Can a timeline tell a story? As a born and bred Albertan, who happens to be Muslim, it seems surreal to be watching a part of my identity being portrayed as the “other” in recent debates in Quebec and elsewhere about values and the place of Muslims (and others) in Canada. In that light, the years 1867, 1938, 2012 speak to me.
1867: We live in the greatest country on earth and you just have to pick-up this newspaper or any other on any given day and read what’s happening in other parts of the world to remind us. But this didn’t happen by accident. While nowhere near perfect, especially with regards to the treatment of first nations, the founding of the country in 1867 that carved out a place and space for both the English and French cultures and their predominant religions is unique. In modern history, it’s hard to find countries where past conflicts were not allowed to fully define the future character of a nation; and where minority rights were both protected and promoted.
1938: My great-grandfather and the early Canadian Muslim community he belonged to built the first mosque in Canada (and likely North America) in 1938 in Edmonton. It was not built in isolation by an insular community, but with the support and generosity of non-Muslim Albertans. It really was the first little mosque on the prairie. Growing up in Alberta with such deep roots, with this great Canadian heritage, it never was in reality – nor ever in imagination – a question of whether we were fully integrated. That mosque is now literally a part of history, as it was preserved and relocated to Fort Edmonton Park as a testament to its historical significance. Of course, the Canadian Muslim community is not the only one to benefit from the generosity and inclusiveness of Canada, as successive pools of immigrants were welcomed; this is but one powerful example.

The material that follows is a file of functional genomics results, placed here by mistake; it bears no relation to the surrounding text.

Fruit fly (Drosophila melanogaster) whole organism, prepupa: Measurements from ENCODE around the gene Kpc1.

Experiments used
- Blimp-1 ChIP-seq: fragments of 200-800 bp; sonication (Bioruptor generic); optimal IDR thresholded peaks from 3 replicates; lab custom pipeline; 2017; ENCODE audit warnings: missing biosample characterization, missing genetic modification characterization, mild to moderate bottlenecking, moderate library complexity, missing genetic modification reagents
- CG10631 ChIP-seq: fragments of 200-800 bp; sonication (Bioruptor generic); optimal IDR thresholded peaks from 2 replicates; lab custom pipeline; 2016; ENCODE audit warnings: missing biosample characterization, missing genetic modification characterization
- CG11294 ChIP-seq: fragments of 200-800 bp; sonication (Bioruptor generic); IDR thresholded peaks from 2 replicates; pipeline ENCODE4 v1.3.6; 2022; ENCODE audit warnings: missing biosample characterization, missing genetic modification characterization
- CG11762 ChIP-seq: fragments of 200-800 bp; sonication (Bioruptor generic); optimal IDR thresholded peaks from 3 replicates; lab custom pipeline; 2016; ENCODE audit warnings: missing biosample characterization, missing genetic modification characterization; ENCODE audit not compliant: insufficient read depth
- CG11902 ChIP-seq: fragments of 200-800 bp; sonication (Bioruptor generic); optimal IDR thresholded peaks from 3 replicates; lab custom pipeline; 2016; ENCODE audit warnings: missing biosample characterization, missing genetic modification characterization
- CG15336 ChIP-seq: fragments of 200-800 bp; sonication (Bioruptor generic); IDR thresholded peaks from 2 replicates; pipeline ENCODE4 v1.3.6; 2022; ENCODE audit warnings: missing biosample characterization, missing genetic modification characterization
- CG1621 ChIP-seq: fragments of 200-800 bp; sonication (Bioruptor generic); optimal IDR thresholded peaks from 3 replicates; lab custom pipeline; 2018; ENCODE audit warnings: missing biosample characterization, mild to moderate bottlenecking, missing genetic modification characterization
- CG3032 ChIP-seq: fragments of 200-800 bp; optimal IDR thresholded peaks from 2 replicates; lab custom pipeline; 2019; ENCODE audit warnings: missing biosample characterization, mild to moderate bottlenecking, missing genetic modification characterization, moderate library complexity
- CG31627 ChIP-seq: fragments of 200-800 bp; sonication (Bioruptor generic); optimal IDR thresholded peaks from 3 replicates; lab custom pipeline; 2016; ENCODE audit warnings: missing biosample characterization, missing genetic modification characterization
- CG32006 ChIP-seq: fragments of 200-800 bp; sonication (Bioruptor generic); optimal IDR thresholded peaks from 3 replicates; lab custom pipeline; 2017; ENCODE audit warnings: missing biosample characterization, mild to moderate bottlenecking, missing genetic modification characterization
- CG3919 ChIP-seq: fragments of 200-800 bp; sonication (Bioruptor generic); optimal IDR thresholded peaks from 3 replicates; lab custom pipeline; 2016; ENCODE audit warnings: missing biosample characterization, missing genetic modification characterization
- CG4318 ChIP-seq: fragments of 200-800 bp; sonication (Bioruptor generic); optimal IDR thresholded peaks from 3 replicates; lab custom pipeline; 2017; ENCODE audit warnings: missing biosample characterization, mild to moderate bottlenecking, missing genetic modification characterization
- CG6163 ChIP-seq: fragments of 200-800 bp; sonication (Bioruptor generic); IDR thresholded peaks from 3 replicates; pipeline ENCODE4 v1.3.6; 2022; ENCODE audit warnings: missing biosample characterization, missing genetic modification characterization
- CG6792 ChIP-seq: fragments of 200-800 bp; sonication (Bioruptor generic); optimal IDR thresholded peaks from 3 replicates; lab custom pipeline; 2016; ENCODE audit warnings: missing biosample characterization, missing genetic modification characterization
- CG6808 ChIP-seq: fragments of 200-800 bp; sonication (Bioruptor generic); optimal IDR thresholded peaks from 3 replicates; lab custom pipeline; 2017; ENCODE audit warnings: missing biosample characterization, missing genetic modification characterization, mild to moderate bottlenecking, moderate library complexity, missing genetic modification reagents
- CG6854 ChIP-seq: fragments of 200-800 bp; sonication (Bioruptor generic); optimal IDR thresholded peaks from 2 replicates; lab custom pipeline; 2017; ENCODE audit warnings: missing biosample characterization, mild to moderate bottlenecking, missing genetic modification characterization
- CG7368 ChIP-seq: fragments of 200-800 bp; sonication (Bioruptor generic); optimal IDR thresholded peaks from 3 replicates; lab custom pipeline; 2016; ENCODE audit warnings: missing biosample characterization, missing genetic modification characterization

This year happens to be the 75th anniversary of that mosque, which is why it was particularly hurtful to see, in the wake of the debate in Quebec about a charter of values, that a Quebec mosque was sprayed with pig’s blood and the message “integrate or go home”. But what if you’re already home? In my mind, the vandal is the one who needs to integrate. That person is compromising the Canadian values that originally preserved the ability for all of us to practice our faiths and cultures in the past and today make this such an extraordinary place. This person may think they are not acting out of hate because they are “protecting” their idea of Quebec culture (which in my experience is one of warmth and life). However, from what I’ve observed elsewhere, sectarianism is often not born out of the heat of hate but the passions of cultural pride that can seduce one to exclude and marginalize. Canada was and will hopefully never be a place where who you are determines what you can really be. If so, Canada, including both my home province of Alberta as well as Quebec, would be a very different place.
2012: About 85 years after my great-grandfather came to Canada to make a life for himself and future generations, I got to watch my son – his great-great grandson – have the honour of carrying the Canadian flag in the opening ceremonies of the 100th Anniversary of the Grey Cup on behalf of ALL Canadian youth. As a dad from Edmonton, who grew up loving the CFL and this great country, I thought of my great-grandfather and the immense embrace Canada had shown him and shows all of us. I also thought, God Bless Canada. My family’s experience may be different but not unique. After 146 years, it seems we’ve collected plenty of evidence that Canada works for all of us and my historical timeline is only one proof. I hope history doesn’t have to start all over again in 2013.
Born in Alberta, Dany Assaf is a Toronto-based lawyer